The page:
On Saturday and the next few days, weather conditions in New Mexico were described as potentially historic, with hundreds of firefighters as well as a fleet of planes and helicopters working feverishly to strengthen lines around the largest U.S. fire.
Many families have already been left homeless, and thousands of residents have been evacuated because of the flames that scorched large areas of the Sangre de Cristo Mountains in northeastern New Mexico.
Residents on the outskirts of the shifting fire front expressed hope that all the work done in recent days to clear the bushes, install sprinklers, lay hoses and use bulldozers to clean the lines would not allow the fire to reach the small town of Las Vegas and other villages.
“There is uncertainty and fear as to how the winds will affect the fire on a day-to-day basis,” said Elma Baca, chair of the Las Vegas Joint Foundation. “Once people are evacuated from the area, they can’t come back, so they’re just worried.”
Over the past few weeks, the fire has covered more than 262 square miles (678 square kilometers).
The start of the fire is partly related to a preventive fire initiated by the U.S. Forest Service in early April to reduce flammable vegetation. The fire broke out of control, merging with another fire of unknown origin.
Nearly 2,000 square miles (5,180 square kilometers) have been burned across the country this year, with 2018 being the last time so many fires have been reported across the country, according to the National Interdepartmental Fire Center. And forecasts for the rest of the spring do not promise the West anything good, where long-term drought and rising temperatures caused by climate change exacerbate the threat of forest fires.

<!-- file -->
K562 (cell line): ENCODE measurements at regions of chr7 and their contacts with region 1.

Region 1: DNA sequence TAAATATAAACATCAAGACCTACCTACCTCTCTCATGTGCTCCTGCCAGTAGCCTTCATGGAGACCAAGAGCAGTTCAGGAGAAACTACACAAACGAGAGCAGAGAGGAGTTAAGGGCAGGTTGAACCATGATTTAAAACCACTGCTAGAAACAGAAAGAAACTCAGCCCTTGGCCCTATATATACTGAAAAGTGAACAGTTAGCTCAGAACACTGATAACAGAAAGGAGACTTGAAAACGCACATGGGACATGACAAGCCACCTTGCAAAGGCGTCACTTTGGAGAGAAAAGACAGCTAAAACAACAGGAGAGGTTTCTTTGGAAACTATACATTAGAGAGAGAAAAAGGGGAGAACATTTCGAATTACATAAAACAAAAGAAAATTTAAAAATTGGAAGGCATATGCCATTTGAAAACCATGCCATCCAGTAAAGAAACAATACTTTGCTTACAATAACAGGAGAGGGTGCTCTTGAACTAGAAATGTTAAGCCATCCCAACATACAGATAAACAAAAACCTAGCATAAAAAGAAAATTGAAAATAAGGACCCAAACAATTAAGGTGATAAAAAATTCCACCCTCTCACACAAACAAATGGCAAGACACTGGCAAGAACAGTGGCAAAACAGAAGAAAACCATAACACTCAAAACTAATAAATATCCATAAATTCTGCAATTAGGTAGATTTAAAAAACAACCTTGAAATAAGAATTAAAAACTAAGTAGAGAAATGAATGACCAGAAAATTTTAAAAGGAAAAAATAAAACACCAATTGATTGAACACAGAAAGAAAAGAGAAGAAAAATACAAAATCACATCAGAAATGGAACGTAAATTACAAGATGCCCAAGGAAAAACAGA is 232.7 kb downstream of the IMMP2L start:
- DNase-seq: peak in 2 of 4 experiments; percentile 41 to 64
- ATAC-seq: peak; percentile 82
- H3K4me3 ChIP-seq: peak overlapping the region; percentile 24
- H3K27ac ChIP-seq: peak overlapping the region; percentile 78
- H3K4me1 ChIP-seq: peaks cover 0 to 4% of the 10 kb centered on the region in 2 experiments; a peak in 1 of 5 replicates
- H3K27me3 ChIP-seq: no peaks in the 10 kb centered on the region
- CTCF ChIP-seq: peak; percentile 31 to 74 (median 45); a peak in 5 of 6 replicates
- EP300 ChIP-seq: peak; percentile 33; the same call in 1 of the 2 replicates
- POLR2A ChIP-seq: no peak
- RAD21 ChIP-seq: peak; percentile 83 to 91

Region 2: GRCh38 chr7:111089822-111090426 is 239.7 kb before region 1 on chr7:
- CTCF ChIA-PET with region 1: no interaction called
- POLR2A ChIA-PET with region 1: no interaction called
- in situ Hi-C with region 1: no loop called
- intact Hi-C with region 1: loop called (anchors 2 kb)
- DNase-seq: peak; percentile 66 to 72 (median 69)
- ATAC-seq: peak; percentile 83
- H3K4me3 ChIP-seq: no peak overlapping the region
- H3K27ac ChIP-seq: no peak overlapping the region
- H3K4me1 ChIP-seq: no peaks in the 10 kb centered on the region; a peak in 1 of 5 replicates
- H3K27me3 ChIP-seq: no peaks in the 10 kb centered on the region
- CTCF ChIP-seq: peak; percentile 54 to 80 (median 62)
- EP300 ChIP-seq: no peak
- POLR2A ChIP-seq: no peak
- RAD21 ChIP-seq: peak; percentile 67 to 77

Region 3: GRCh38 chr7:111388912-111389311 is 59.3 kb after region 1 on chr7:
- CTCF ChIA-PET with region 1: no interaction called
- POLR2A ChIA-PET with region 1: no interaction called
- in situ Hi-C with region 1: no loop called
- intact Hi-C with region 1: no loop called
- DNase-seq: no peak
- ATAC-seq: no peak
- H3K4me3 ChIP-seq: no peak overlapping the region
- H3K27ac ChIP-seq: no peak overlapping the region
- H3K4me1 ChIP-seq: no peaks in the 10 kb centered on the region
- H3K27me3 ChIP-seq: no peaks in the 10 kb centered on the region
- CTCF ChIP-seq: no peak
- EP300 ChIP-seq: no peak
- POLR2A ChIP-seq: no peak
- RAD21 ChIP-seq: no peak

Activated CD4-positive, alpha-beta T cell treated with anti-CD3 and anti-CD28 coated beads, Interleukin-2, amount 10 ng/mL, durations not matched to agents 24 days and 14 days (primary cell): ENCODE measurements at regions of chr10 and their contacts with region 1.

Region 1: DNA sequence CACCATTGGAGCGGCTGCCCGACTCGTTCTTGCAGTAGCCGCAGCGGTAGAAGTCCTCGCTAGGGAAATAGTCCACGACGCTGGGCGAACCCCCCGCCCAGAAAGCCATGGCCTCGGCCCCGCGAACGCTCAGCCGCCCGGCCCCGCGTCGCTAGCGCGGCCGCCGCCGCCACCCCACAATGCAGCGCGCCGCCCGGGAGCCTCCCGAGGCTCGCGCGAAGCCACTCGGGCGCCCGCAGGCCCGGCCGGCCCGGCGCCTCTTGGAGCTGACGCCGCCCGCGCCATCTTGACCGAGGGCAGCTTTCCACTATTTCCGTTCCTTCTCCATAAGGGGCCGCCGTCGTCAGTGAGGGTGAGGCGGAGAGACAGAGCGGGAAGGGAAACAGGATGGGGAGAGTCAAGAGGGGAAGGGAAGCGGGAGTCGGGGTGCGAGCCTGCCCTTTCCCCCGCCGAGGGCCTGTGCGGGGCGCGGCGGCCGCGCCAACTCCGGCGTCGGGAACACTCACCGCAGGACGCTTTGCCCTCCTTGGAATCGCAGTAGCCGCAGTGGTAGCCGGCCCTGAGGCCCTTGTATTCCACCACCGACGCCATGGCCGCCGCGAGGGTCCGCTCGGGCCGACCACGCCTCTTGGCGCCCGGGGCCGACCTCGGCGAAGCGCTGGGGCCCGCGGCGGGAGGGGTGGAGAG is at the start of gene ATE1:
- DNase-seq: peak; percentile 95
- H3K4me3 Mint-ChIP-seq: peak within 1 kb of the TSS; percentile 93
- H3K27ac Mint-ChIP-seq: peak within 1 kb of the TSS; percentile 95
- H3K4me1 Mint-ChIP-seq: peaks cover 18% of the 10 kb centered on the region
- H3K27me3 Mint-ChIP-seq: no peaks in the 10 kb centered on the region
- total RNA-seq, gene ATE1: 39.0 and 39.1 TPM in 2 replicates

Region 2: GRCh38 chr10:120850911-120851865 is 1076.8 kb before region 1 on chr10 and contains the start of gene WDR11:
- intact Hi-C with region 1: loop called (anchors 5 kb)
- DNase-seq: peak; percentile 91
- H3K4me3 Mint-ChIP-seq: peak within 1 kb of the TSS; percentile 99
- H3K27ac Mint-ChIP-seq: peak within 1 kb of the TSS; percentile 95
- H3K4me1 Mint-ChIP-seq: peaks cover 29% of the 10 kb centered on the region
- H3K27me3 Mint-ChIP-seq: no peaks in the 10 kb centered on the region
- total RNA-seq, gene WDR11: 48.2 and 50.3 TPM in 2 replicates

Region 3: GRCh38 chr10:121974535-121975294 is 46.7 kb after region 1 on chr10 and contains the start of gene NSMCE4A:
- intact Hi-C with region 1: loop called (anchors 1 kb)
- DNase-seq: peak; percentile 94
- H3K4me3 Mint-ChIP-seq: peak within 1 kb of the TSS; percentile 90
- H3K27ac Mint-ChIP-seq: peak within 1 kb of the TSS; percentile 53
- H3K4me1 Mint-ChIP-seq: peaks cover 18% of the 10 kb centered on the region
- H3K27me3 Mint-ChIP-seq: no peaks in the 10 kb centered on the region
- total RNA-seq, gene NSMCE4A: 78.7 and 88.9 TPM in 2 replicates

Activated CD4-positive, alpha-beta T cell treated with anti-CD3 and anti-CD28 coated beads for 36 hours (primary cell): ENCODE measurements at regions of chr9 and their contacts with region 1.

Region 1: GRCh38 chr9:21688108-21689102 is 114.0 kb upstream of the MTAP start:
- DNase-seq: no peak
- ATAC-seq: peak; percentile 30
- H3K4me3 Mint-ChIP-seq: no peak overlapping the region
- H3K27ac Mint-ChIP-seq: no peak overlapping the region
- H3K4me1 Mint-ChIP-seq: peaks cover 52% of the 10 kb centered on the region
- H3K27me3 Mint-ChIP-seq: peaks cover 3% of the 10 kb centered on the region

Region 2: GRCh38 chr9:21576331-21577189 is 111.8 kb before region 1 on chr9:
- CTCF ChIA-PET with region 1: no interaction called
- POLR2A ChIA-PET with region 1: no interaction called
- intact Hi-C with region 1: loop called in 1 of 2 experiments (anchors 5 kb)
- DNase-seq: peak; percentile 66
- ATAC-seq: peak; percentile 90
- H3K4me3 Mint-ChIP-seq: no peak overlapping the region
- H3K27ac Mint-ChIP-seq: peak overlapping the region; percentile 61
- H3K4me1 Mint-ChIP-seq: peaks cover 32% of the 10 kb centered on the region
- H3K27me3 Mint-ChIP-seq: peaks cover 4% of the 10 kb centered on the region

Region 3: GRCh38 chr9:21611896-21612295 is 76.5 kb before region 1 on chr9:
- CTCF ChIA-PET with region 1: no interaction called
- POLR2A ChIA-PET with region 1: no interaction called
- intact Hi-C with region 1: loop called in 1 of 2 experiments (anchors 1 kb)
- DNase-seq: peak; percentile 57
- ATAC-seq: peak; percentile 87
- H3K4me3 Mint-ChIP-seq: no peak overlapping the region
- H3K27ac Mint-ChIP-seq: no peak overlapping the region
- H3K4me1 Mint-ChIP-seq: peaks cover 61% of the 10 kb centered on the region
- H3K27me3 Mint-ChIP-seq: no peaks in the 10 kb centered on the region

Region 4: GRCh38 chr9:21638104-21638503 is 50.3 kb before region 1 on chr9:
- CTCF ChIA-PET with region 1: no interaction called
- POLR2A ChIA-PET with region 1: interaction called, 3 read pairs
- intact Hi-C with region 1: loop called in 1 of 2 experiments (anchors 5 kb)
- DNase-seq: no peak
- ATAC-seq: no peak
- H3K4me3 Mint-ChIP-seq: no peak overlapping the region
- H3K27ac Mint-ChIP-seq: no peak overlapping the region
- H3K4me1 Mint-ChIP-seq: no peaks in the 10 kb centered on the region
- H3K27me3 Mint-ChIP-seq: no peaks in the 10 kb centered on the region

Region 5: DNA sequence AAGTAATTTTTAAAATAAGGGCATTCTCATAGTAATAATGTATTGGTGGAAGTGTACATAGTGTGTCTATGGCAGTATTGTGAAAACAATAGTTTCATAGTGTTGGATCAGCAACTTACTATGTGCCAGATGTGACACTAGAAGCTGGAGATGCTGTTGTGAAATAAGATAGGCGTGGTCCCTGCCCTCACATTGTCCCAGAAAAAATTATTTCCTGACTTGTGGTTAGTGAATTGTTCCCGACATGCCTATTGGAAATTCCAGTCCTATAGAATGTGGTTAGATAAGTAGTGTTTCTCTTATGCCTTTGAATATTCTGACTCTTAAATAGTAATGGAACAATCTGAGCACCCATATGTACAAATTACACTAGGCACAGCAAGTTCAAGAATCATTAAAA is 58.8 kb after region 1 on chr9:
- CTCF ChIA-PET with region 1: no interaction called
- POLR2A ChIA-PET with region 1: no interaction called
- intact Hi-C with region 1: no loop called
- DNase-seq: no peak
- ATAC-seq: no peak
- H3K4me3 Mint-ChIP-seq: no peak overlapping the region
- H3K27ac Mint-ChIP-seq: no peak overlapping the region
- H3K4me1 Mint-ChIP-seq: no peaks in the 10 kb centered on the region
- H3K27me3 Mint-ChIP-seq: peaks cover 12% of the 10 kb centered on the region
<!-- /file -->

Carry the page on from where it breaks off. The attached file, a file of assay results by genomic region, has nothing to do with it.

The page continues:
Last month, fires in forest areas in southern New Mexico, Arizona and Colorado also began, forcing evacuations and destroying homes.
Incident Commander Dave Bales said firefighters working in northeastern New Mexico have focused on protecting homes and other structures that preserve the sacred memories of generations.
“It’s hard when I see that so many people have been relocated,” he said, noting that there are many hugs in the city.
Previously, crews had seen extreme winds that usually lasted a day or even two. But Bales said the event could last five or more days with gusts of up to 50 to 60 miles per hour (80 to 96 kilometers per hour). He also warned that the flames could spread for miles.
“This is an unprecedented extraordinary wind event,” Bales said.
Another major forest fire in New Mexico was 5 miles (8 kilometers) from Los Alamos National Laboratory, one of the nation’s key facilities for nuclear research and future production of plutonium components for nuclear weapons.
Brigades burned vegetation in front of the fire to reduce its intensity and the possibility of spot fires. The lab houses tankers, helicopters and heavy equipment, and firefighters will patrol the perimeter as the flames approach.
Some nuclear groups and environmentalists have expressed concern about nuclear waste containers on site. This includes six batches of 109 containers awaiting transportation to the federal government’s underground waste repository, state officials said.
Lab officials said Friday that radiological and other potentially hazardous materials are stored in containers designed and tested to withstand extreme conditions, including heat from the fire.
Mantua Brian reported from Albuquerque, New Mexico. Associated Press writer Felicia Fanseca of Flagstaff, Arizona, contributed to the report.
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